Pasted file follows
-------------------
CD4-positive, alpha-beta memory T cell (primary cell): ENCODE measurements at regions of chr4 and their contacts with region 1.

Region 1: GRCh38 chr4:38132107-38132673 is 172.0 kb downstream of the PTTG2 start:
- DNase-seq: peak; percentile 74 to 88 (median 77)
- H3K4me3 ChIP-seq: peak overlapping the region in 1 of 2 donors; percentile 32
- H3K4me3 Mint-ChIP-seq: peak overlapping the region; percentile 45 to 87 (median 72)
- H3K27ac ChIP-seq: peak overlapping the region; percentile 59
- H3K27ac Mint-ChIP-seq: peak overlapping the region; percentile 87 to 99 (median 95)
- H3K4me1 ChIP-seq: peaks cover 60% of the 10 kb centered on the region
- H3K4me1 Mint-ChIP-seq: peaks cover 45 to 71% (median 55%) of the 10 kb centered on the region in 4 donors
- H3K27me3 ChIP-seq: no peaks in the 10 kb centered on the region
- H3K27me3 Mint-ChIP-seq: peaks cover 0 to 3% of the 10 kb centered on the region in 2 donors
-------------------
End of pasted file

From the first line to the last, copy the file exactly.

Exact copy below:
CD4-positive, alpha-beta memory T cell (primary cell): ENCODE measurements at regions of chr4 and their contacts with region 1.

Region 1: GRCh38 chr4:38132107-38132673 is 172.0 kb downstream of the PTTG2 start:
- DNase-seq: peak; percentile 74 to 88 (median 77)
- H3K4me3 ChIP-seq: peak overlapping the region in 1 of 2 donors; percentile 32
- H3K4me3 Mint-ChIP-seq: peak overlapping the region; percentile 45 to 87 (median 72)
- H3K27ac ChIP-seq: peak overlapping the region; percentile 59
- H3K27ac Mint-ChIP-seq: peak overlapping the region; percentile 87 to 99 (median 95)
- H3K4me1 ChIP-seq: peaks cover 60% of the 10 kb centered on the region
- H3K4me1 Mint-ChIP-seq: peaks cover 45 to 71% (median 55%) of the 10 kb centered on the region in 4 donors
- H3K27me3 ChIP-seq: no peaks in the 10 kb centered on the region
- H3K27me3 Mint-ChIP-seq: peaks cover 0 to 3% of the 10 kb centered on the region in 2 donors